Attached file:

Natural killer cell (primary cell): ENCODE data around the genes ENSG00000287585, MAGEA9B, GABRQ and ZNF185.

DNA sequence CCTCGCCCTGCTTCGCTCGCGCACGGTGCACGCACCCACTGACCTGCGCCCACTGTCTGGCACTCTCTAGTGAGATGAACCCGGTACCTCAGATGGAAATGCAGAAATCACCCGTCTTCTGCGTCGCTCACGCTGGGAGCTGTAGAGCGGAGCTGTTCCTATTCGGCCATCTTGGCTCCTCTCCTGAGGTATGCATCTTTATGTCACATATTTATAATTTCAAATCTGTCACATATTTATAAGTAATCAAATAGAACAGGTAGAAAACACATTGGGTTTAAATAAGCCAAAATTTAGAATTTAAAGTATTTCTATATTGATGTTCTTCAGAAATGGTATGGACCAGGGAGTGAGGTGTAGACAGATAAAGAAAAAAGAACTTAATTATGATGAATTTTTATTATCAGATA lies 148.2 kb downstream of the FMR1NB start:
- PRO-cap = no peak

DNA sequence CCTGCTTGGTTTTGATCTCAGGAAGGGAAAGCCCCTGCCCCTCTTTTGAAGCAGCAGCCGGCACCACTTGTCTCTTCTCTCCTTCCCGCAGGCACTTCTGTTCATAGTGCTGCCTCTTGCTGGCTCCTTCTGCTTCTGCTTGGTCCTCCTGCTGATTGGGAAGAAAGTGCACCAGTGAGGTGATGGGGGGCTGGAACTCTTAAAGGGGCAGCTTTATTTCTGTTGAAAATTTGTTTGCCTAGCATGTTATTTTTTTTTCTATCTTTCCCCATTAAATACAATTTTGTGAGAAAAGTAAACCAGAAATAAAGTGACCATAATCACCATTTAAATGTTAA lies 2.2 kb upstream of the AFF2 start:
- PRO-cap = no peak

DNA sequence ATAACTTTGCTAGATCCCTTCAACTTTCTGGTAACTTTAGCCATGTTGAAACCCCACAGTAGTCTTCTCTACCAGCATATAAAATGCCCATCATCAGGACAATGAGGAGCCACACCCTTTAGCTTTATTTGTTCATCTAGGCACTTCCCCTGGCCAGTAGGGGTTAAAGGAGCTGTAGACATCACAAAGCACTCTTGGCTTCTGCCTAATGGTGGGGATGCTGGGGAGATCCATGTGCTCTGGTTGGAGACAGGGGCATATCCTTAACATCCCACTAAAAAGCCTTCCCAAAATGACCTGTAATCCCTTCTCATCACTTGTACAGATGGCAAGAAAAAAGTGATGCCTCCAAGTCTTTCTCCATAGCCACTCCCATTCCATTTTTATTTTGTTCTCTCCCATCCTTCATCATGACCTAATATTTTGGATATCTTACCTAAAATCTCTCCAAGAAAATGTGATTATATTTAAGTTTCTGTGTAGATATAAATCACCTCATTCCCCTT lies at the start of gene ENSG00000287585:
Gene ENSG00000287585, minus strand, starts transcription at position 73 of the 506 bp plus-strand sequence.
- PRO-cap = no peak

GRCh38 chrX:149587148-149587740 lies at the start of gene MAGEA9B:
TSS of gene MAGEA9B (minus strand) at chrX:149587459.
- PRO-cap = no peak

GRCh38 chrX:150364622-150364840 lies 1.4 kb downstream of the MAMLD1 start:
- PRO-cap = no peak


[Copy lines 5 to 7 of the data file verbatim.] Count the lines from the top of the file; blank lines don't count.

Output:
- PRO-cap = no peak

DNA sequence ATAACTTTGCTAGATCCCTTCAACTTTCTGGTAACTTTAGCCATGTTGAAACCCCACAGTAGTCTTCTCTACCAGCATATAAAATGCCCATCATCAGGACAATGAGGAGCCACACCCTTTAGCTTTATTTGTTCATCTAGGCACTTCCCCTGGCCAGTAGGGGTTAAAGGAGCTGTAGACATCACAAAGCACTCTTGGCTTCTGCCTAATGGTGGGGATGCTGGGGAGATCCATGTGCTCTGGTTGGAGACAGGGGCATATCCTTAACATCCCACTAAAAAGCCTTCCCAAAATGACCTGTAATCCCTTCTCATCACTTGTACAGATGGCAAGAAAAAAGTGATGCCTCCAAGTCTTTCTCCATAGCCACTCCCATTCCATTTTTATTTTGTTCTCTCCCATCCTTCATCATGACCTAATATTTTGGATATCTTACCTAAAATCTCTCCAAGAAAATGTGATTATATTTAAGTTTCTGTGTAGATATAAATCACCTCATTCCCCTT lies at the start of gene ENSG00000287585:
Gene ENSG00000287585, minus strand, starts transcription at position 73 of the 506 bp plus-strand sequence.